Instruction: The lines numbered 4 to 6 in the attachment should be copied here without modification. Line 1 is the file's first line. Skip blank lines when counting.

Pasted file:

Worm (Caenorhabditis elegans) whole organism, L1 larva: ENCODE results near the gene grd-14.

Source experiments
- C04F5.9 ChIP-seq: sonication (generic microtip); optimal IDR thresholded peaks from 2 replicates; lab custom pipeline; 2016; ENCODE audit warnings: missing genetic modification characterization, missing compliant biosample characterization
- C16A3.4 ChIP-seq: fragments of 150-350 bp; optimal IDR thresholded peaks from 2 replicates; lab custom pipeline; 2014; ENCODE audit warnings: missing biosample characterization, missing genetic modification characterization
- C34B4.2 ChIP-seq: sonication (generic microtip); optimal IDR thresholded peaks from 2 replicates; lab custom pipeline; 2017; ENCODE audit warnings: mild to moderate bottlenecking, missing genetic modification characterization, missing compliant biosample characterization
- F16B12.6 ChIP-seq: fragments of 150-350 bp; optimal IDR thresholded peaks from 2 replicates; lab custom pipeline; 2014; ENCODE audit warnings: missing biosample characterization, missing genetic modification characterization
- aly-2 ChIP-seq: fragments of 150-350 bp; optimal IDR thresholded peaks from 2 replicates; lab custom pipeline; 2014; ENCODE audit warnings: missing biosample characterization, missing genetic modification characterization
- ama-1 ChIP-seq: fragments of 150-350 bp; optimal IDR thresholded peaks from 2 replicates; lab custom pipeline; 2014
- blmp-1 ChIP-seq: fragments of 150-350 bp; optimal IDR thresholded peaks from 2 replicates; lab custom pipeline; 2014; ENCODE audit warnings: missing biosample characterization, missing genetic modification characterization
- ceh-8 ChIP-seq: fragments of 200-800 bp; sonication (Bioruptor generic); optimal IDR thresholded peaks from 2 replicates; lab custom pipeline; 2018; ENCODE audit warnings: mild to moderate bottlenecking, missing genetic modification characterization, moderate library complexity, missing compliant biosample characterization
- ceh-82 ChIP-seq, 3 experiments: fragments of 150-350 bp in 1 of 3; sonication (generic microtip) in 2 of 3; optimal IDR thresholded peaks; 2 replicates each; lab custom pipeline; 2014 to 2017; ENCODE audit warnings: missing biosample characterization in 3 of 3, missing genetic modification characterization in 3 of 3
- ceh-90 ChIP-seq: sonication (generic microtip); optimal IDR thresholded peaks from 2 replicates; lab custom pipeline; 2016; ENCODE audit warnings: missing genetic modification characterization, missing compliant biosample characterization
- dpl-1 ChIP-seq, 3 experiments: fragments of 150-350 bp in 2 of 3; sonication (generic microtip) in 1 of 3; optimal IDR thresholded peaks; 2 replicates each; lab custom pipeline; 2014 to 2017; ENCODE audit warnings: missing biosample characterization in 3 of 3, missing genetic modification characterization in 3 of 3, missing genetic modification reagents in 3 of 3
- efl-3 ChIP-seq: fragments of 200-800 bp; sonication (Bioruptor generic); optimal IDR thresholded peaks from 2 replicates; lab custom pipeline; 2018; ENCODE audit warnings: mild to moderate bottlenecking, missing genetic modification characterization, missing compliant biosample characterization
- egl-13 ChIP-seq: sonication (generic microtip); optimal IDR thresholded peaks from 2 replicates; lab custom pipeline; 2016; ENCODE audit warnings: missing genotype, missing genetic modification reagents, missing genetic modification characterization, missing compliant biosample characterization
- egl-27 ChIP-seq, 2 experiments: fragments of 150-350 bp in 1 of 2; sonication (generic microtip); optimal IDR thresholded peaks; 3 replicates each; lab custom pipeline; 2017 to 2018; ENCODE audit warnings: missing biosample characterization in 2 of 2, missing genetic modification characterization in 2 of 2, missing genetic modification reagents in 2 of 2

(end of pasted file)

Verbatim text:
- C16A3.4 ChIP-seq: fragments of 150-350 bp; optimal IDR thresholded peaks from 2 replicates; lab custom pipeline; 2014; ENCODE audit warnings: missing biosample characterization, missing genetic modification characterization
- C34B4.2 ChIP-seq: sonication (generic microtip); optimal IDR thresholded peaks from 2 replicates; lab custom pipeline; 2017; ENCODE audit warnings: mild to moderate bottlenecking, missing genetic modification characterization, missing compliant biosample characterization
- F16B12.6 ChIP-seq: fragments of 150-350 bp; optimal IDR thresholded peaks from 2 replicates; lab custom pipeline; 2014; ENCODE audit warnings: missing biosample characterization, missing genetic modification characterization